About Huangguoshu Waterfall (黃果树大瀑 [Huángguǒshù Dà Pù])
The Huangguoshu Waterfall (黃果树大瀑 [Huángguǒshù Dà Pù]; Yellow Fruit Tree Waterfall) was perhaps China‘s most famous waterfall. The crowds here certainly made it feel famous, but after having seen it in person, we can totally easily see why. As for how this waterfall got its name after a yellow fruit tree, our guide said it was really more of a legend than anything as there were none growing around the falls these days. Perhaps they did exist in the past.
Sporting dimensions at 74m tall and 81m wide with a very classic and satisfying rectangular shape, Huangguoshu Falls appeared to be certainly one of the country’s most impressive waterfalls. And as far as Julie and I were concerned, it was also the star attraction of the Guizhou Province. Further adding to its allure was the presence of other cascades both above and below the main falls as well as the ability to walk right behind the massive wall of water. And under the right conditions (the province was notorious for cloudy days as noted by the name of its capital Guiyang (贵阳 [Guìyáng]; meaning Precious Sun), majestic rainbows can appear in its mist above the Rhinoceros Pool. We did manage to catch a glimpse of such a rainbow despite the clouds doing their best to keep the sun hiding (see photo at the top of this page).
During our visit, we had to walk through a Chinese garden area before reaching a break area bustling with people. The garden featured well-manicured plants (almost bonzai-like) amidst a large lawn area interspersed with walkways crossing through it. From the break area at the far side of the garden, we had a choice of taking a funicular ride to the bottom of the gorge or walking down several flights of steps to get there. Julie and I opted to do the latter.
Once we were at the bottom, we were able to get those classic views of the waterfall and its smaller downstream cascades from a variety of viewing angles. The Baishui River (白水河 [Báishuǐ Hé]; White Water River) twisted its way past the immediate viewing area as part of the walkway flanked its course downstream towards the funicular.
Our viewing experience was definitely a bit tense thanks to the multitude of mega tour groups (we came to appreciate the fact that giant Chinese tours with megaphones and crowds were the norm as was the lack of peace and quiet) so even though the views here were nice, it wasn’t easy to enjoy it.
When we had our fill of the direct vantage points by the river, Julie and I then went on a a very well developed (and still crowded) walkway that looped behind the Huangguoshu Waterfall itself via the so-called Water Curtain Cave. We went in a clockwise direction so the path climbed up along the cliff edge for more top down and closer views of the falls. Then, as the path proceeded to go into the Water Curtain Cave, we got that rare chance to experience a waterfall this grand from its backside. Eventually, the trail descended to the other side of the Baishui River for more closer angled views of the falls that were quite different from the more popular views on the other side of the river.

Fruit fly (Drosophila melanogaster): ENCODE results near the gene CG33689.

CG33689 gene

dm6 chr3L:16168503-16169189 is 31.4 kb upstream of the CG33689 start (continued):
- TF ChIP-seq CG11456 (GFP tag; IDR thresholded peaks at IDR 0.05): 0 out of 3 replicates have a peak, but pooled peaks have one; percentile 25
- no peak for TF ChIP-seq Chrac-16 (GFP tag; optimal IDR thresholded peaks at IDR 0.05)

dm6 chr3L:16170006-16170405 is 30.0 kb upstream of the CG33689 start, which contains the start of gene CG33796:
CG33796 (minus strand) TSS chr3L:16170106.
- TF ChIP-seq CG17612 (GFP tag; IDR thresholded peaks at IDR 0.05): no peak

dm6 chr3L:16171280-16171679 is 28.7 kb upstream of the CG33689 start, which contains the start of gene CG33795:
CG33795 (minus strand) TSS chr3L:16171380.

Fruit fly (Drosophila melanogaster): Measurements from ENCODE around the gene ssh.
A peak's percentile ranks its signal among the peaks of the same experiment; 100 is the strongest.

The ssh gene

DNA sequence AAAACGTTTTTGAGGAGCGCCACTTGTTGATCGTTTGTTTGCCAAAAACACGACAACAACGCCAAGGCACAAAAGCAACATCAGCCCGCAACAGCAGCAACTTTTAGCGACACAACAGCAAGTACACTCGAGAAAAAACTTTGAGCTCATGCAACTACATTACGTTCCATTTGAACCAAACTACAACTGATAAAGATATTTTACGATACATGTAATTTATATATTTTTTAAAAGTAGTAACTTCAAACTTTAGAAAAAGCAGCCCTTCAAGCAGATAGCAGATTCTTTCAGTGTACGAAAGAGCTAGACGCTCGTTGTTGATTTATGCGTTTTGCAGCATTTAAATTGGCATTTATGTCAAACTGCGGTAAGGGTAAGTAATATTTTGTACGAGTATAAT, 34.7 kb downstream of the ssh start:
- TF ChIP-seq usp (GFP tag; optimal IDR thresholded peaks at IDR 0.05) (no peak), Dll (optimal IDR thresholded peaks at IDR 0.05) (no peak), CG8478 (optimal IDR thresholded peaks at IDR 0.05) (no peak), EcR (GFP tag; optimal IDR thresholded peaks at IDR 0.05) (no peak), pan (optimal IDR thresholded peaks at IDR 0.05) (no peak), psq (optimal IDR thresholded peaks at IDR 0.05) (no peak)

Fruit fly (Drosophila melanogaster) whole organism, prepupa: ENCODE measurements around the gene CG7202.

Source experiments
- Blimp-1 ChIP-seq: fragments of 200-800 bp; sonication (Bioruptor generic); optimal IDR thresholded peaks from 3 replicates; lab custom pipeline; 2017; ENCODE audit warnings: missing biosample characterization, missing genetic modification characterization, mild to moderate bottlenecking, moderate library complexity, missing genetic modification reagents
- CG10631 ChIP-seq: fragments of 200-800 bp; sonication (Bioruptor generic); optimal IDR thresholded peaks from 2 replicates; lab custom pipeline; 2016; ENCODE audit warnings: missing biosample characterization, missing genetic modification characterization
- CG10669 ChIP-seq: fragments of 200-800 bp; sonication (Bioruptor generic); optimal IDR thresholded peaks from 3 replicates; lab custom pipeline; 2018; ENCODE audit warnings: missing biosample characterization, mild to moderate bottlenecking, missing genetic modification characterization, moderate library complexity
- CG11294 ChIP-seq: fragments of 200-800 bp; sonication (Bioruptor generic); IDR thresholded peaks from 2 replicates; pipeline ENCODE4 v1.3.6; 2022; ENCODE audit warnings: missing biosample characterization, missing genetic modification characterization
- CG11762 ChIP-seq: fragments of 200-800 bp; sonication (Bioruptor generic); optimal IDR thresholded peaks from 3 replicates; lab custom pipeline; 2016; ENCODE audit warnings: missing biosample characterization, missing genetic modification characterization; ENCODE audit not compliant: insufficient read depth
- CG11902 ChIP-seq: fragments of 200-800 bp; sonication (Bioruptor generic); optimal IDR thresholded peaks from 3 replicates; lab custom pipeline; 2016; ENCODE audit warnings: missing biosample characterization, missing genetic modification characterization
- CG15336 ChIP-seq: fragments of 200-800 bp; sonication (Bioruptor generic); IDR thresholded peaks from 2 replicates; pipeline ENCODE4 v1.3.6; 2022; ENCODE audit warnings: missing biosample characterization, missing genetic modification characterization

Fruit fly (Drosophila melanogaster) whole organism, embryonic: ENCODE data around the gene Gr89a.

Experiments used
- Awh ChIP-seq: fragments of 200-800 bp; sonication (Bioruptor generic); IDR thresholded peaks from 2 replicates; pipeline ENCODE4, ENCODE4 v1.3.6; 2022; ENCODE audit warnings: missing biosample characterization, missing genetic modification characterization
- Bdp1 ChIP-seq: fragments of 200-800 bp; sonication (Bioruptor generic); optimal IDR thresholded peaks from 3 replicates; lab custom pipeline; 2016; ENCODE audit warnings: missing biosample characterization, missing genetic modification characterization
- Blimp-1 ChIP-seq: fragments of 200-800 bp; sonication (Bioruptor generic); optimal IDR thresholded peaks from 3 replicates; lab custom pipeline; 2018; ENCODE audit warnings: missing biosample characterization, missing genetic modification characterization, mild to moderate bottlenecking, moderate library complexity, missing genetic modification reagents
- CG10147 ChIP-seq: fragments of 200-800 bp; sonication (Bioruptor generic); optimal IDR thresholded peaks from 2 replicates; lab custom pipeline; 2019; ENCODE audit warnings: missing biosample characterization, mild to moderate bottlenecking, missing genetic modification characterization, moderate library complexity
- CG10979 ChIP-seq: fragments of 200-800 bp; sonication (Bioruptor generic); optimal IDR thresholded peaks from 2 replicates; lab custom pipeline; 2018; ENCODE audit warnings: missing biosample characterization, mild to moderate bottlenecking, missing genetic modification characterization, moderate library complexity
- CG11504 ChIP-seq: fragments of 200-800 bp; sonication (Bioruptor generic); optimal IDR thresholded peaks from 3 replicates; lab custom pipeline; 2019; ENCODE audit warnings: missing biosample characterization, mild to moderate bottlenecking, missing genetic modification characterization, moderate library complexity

Once Julie and I crossed the bridge over the river and were back in the main viewing area to complete the loop, the funicular ride back up to the rest area at the top of the ascent looked even more attractive. We resisted and took the stairs instead, but little did we know that on the rest of our waterfalling adventures in China that this choice would be prevalent as there were plenty of places where people would ride in scooters, trams, cable cars, or funiculars like this one.
It seemed as if the folks here would do anything to keep from walking (I wonder if all the smog and cigarette smoke made it easy for people to be short of breath).
Anyways, Julie and I visited the Huangguoshu Waterfall in April, which we came to realize was a pretty lousy time of year to go waterfalling in the country. However, this waterfall surprised us with its flow, and being that it was on a major river, we have reason to believe that its flow would be year-round and reliable.
Nonetheless, the rainy season for this area was supposed to be May to October, in which case, we would have probably seen this waterfall thundering. But as you can see from our pictures, the average flow in April (not sure if this was unusual or not) did just fine though I had heard of other stories about this waterfall being disappointingly light in flow in drier years this time of year.
We managed to get to Huangguoshu Waterfall on an escorted tour after basing ourselves in the chaotic city of Guiyang. We also spent the night near the waterfall for a more relaxing pace to our visit though we acknowledge that most tours actually make this a day trip out of Guiyang.
It took us about 2 hours by car to get from Guiyang to the falls. However, it took us a little longer to reach the Huangguoshu Waterfall on the morning we came here because we also made a detour to the Longgong (Dragon Palace) Caves.
For geographical context, we arrived in Guiyang after an hour long flight from Nanning. Nanning was a two-hour flight from Hong Kong, 1,859km (20 hours drive or 2.5 hours flight) southwest of Shanghai, and 2,174km (22.5 hours drive or 3 hours flight) south of Beijing.
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